American Scientist, January, 1997, Partha Dasgupta, review of The Stork and the Plow: The Equity Answer to the Human Dilemma, p. 88; May, 2001, Bobbi S. Low, review of Human Natures: Genes, Cultures, and the Human Prospect, p. 268; November, 2003, Henry S. Horn, review of Butterflies: Ecology and Evolution Taking Flight, p. 565.

BioScience, March, 1997, Norman Myers, review of Betrayal of Science and Reason: How Anti-Environmental Rhetoric Threatens Our Future, p. 182; March, 2001, Norman Myers, review of Human Natures, p. 248.

Booklist, May 1, 2004, Donna Seaman, review of One with Ninevah: Politics, Consumption, and the Human Future, p. 1528.

Commentary, February, 2001, Francis Fukuyama, review of Human Natures, p. 62.

Ecology, April, 1998, David Tilman, review of A World of Wounds: Ecologists and the Human Dilemma, p. 1118.

Environment, June, 1996, Arthur H. Westing, review of The Stork and the Plow, p. 26.

Forum for Applied Research and Public Policy, fall, 2001, Douglas H. Shedd, review of Human Natures, p. 124.

M2 Best Books, June 15, 2004, review of Butterflies.

Nature, January 25, 1996, Basia Zaba, review of The Stork and the Plow, p. 308; October 10, 1996, Stuart Pimm, review of Betrayal of Science and Nature, p. 494; December 7, 2000, Vaclav Snil, review of Human Natures, p. 643; April 12, 2001, E. J. Milner-Gulland, review of Wild Solutions: How Biodiversity is Money in the Bank, p. 751.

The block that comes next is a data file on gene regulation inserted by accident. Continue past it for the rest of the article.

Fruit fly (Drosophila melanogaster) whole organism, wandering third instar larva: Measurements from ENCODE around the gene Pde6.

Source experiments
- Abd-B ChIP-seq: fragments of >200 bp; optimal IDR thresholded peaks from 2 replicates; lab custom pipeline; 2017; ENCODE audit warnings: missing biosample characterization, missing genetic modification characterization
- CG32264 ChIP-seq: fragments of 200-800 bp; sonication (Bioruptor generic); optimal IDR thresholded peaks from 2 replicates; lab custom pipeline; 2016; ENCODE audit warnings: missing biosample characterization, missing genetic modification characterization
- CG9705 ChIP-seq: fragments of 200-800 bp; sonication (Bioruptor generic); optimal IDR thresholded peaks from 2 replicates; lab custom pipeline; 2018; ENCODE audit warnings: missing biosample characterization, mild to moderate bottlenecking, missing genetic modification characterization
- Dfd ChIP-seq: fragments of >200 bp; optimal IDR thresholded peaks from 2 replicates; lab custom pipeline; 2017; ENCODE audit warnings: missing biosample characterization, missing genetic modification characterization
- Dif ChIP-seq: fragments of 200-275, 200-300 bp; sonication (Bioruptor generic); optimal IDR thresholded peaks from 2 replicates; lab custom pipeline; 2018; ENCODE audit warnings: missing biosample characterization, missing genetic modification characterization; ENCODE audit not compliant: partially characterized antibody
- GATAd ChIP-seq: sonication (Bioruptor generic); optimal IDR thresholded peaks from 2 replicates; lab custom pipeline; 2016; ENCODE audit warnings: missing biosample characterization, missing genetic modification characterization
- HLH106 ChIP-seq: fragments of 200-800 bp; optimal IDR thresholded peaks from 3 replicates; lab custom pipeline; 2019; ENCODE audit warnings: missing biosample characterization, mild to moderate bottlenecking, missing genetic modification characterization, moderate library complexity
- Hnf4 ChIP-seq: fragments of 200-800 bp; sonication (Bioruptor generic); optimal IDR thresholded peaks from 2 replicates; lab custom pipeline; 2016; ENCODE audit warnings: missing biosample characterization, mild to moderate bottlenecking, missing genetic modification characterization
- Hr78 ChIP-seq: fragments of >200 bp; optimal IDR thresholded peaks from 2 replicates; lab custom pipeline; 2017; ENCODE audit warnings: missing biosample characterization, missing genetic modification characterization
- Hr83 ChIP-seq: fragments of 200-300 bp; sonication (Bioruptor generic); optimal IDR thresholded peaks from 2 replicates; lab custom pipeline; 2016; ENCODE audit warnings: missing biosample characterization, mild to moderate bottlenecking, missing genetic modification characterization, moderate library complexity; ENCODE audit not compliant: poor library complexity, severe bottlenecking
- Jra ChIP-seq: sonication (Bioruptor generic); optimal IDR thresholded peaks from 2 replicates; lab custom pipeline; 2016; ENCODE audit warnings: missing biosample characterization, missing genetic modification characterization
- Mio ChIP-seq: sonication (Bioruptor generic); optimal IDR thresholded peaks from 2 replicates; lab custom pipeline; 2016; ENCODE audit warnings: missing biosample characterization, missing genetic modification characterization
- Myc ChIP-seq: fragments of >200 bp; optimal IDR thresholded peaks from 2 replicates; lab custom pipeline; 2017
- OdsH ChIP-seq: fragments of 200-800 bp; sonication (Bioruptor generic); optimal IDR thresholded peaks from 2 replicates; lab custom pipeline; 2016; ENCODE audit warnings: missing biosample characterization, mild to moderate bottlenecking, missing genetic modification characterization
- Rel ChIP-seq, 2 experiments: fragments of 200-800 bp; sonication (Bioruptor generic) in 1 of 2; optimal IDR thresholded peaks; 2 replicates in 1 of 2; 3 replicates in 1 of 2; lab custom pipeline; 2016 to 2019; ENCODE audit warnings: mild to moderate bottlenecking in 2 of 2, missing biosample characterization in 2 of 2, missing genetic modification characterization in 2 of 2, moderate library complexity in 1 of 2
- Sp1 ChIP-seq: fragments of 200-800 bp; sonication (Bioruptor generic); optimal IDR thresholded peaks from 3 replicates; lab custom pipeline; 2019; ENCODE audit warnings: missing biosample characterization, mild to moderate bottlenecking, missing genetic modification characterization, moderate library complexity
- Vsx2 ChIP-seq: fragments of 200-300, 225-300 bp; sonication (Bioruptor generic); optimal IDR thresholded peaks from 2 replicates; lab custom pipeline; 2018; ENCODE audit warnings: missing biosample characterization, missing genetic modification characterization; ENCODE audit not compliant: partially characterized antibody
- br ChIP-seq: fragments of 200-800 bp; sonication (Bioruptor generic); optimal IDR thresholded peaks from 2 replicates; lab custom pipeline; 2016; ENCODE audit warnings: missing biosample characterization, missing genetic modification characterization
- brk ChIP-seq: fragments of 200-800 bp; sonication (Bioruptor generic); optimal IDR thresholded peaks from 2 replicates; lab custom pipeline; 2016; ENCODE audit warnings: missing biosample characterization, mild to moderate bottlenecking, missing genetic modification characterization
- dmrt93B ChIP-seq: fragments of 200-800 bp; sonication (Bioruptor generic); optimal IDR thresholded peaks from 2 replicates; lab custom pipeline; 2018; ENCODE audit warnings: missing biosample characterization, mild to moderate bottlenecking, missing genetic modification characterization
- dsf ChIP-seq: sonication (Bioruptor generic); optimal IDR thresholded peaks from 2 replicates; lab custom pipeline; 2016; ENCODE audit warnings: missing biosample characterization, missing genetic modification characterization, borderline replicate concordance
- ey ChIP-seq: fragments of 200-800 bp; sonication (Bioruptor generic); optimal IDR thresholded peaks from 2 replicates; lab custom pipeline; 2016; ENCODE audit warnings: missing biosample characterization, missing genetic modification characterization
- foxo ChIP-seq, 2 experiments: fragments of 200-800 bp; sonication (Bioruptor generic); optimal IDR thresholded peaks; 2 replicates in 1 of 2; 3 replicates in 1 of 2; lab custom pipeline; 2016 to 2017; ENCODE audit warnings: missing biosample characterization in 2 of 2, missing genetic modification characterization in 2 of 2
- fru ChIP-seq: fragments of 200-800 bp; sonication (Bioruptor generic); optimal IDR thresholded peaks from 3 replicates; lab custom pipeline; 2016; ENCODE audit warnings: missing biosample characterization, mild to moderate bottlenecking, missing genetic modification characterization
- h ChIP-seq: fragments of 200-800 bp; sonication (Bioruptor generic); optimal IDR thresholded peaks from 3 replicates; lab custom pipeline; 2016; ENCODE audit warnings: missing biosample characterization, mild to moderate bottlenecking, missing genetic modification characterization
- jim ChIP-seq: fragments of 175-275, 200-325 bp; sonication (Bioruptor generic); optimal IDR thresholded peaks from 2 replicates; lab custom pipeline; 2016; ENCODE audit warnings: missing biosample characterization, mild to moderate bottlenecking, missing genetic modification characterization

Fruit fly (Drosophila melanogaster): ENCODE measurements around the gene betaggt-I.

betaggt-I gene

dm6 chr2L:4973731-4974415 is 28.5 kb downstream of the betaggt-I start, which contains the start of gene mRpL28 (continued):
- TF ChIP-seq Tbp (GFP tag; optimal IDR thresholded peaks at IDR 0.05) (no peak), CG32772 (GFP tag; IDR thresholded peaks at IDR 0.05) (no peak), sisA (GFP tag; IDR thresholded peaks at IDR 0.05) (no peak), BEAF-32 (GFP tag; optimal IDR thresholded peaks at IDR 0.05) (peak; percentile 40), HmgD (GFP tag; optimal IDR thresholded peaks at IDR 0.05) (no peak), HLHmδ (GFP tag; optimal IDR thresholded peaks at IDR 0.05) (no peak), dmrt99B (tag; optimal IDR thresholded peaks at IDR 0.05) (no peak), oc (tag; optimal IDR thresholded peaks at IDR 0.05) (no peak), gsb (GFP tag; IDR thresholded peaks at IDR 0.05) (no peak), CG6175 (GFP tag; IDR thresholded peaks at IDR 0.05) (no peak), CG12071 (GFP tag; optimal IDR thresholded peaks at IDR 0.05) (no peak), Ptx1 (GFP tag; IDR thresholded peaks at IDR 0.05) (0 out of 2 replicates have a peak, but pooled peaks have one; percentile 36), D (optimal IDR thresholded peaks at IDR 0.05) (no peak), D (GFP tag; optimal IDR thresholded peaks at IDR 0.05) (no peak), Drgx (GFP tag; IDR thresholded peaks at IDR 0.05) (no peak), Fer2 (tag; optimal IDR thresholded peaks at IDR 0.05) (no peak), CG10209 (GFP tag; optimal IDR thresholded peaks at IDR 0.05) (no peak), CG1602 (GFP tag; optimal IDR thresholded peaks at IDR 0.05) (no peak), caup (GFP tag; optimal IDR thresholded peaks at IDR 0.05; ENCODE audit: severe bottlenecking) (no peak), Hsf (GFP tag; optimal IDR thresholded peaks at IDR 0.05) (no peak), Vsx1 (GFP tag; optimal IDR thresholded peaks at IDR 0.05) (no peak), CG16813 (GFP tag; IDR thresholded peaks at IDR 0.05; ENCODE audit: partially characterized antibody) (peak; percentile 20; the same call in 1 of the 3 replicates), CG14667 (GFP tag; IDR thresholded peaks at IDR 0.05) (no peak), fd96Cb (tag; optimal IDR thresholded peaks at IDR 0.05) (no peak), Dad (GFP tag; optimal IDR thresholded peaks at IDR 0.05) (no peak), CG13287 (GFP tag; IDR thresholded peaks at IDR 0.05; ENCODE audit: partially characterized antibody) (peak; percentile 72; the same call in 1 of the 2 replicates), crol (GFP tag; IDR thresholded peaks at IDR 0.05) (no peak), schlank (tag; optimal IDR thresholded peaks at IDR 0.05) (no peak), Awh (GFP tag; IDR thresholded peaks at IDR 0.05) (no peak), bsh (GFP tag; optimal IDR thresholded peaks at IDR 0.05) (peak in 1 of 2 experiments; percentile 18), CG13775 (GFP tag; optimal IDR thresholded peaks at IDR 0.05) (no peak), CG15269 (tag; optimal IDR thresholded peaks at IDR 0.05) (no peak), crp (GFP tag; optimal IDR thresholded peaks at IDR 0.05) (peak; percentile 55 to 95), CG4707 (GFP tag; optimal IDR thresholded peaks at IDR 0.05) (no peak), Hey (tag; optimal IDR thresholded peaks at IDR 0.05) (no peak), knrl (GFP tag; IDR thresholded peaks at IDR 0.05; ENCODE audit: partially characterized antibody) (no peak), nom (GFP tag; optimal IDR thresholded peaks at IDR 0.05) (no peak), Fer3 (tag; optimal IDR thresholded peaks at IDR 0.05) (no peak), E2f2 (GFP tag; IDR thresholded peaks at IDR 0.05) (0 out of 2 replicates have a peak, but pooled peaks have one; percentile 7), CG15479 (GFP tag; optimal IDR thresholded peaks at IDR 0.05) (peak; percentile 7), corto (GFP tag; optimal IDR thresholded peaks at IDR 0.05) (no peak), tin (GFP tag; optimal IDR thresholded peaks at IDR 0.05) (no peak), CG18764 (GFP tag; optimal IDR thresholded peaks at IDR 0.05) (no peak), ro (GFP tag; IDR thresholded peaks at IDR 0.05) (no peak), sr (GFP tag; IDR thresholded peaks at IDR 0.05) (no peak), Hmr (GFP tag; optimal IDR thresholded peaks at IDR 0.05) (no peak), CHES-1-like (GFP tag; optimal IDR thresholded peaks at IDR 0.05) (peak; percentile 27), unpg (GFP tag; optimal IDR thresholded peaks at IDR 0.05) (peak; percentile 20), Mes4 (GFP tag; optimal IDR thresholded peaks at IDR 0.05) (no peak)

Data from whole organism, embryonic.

New York Review of Books, July 11, 1996, Bill McKibben, review of The Stork and the Plow, p. 42.

New York Times Book Review, January 26, 1975, July 17, 1977, November 18, 1979, June 21, 1981.

Population and Development Review, March, 1996, Nathan Keyfitz, review of The Stork and the Plow, p. 157; March, 2002, Tom Fricke, review of Human Natures, p. 149.

Publishers Weekly, October 2, 2000, review of Human Natures, p. 70; March 8, 2004, review of One with Ninevah, p. 60.

Quarterly Review of Biology, March, 1999, S. T. A. Pickett, M. L. Cadenasso, review of A World of Wounds, p. 102; September, 2001, Mahendra Kumar Jain, review of Human Natures, p. 345.

Science, October 11, 1996, Daniel Sarewitz, review of Betrayal of Science and Reason, p. 198.

Scientific American, February, 2001, review of Human Natures, p. 92.

Skeptical Inquirer, July, 2001, Daniel Grassam, review of Human Natures, p. 60.

Times Higher Education Supplement, March 6, 1998, J. Burger, review of A World of Wounds, p. 1012; August 17, 2001, Paul Harvey, review of Human Natures, p. 24.

Washington Post Book World, December, 16, 1979, Christopher Dickey, review of The Golden Door: International Migration, Mexico, and the United States.

Whole Earth, summer, 1998, Paul Warshall, review of Betrayal of Science and Reason, p. 109.*